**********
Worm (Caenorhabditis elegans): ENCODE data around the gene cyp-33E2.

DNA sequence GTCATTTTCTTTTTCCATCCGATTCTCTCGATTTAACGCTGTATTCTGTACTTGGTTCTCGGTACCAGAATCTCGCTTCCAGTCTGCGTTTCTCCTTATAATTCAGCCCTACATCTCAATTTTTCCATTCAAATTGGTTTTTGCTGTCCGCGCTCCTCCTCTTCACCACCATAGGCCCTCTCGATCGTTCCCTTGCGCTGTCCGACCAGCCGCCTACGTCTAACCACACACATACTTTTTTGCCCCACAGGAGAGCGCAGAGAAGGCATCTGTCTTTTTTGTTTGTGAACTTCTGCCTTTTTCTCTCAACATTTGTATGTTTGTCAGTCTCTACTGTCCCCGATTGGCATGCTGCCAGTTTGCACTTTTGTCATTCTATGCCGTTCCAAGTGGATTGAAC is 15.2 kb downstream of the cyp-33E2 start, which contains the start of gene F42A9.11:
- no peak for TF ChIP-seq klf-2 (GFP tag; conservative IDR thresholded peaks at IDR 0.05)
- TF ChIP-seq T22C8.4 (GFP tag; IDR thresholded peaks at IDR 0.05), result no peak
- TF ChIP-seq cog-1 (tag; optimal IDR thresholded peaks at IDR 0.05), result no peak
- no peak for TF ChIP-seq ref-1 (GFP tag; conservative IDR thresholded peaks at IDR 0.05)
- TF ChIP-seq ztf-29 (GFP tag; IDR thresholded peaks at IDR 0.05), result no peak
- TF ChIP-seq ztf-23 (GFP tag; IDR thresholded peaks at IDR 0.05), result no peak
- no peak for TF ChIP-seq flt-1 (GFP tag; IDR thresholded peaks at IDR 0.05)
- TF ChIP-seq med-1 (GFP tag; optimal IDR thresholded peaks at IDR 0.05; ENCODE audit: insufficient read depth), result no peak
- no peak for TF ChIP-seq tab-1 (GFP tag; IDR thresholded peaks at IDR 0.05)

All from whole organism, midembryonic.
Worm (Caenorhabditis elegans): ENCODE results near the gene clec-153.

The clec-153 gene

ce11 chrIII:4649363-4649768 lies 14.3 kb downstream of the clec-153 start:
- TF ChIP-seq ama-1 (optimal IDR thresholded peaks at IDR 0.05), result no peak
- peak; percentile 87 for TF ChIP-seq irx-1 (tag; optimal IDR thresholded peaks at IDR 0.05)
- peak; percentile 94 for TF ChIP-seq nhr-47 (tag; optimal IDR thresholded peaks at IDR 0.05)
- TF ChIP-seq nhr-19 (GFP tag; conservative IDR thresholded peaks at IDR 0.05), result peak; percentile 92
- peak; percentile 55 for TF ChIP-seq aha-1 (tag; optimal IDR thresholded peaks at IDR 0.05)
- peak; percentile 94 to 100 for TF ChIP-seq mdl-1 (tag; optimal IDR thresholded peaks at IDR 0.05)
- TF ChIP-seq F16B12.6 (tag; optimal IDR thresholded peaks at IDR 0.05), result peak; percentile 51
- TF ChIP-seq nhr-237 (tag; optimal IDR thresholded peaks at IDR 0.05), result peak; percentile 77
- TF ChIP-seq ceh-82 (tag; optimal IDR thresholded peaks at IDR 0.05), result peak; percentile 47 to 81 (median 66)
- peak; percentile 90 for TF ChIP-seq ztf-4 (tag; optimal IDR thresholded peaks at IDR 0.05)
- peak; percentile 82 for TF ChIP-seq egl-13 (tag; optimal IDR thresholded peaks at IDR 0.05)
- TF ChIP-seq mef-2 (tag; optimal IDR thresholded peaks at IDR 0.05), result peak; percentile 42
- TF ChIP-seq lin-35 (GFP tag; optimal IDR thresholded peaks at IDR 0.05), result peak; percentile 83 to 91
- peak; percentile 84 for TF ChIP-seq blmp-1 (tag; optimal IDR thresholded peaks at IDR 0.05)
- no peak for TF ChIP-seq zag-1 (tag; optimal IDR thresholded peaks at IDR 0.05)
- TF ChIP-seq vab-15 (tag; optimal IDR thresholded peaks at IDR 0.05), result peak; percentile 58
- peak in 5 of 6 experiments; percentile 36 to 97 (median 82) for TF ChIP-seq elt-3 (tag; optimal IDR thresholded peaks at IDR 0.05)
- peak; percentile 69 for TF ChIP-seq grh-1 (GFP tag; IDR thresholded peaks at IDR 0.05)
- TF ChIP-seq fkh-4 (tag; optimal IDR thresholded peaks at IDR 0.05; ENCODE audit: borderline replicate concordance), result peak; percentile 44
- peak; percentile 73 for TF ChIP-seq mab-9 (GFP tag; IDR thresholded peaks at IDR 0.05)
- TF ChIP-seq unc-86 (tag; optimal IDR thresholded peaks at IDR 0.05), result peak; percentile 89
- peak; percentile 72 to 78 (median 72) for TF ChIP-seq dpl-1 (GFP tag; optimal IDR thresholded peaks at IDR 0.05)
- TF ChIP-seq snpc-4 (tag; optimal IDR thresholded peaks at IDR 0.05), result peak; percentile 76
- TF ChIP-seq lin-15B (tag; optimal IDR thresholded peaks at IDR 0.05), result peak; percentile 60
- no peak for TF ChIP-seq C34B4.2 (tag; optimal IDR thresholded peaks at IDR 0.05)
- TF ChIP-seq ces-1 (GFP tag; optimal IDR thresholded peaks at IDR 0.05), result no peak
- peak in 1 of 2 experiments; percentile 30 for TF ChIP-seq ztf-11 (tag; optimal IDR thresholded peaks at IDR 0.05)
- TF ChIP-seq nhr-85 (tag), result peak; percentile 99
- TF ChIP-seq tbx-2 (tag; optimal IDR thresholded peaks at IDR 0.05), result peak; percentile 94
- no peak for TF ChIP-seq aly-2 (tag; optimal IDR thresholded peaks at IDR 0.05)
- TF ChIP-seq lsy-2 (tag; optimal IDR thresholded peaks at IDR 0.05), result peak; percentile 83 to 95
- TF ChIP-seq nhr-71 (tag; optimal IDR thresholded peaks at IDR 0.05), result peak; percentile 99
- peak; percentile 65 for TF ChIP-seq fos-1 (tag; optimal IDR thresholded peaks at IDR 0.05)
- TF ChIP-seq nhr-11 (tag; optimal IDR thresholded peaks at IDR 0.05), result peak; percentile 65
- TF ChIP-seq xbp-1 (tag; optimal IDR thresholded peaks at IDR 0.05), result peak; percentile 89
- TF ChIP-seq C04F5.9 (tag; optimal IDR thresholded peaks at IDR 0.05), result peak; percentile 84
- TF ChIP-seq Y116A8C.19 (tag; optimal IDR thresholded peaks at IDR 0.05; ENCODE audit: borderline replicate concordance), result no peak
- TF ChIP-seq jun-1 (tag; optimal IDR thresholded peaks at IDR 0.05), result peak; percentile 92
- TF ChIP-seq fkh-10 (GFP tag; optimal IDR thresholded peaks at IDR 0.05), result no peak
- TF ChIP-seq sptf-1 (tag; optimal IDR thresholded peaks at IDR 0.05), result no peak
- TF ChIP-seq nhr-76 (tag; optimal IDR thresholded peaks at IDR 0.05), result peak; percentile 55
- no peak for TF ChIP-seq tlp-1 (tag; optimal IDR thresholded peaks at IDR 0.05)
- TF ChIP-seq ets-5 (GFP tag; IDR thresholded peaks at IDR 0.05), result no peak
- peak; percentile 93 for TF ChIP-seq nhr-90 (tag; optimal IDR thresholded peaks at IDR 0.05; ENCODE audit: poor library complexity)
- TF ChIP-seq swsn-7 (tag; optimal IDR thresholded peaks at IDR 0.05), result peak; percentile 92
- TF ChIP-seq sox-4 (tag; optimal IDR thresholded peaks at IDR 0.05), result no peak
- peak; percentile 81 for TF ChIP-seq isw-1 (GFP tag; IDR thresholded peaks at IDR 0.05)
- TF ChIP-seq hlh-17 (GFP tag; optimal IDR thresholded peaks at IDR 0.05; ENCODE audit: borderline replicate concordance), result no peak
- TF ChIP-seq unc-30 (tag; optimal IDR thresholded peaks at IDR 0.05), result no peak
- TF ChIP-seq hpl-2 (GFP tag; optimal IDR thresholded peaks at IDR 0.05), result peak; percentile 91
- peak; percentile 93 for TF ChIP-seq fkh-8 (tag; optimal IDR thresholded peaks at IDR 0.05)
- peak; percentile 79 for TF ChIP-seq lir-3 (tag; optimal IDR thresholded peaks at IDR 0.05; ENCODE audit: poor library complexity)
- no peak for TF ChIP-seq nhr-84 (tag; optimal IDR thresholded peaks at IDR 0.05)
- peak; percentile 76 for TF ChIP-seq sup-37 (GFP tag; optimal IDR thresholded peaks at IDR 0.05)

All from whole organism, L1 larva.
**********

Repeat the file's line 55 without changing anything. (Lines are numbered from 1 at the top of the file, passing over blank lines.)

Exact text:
- TF ChIP-seq sptf-1 (tag; optimal IDR thresholded peaks at IDR 0.05), result no peak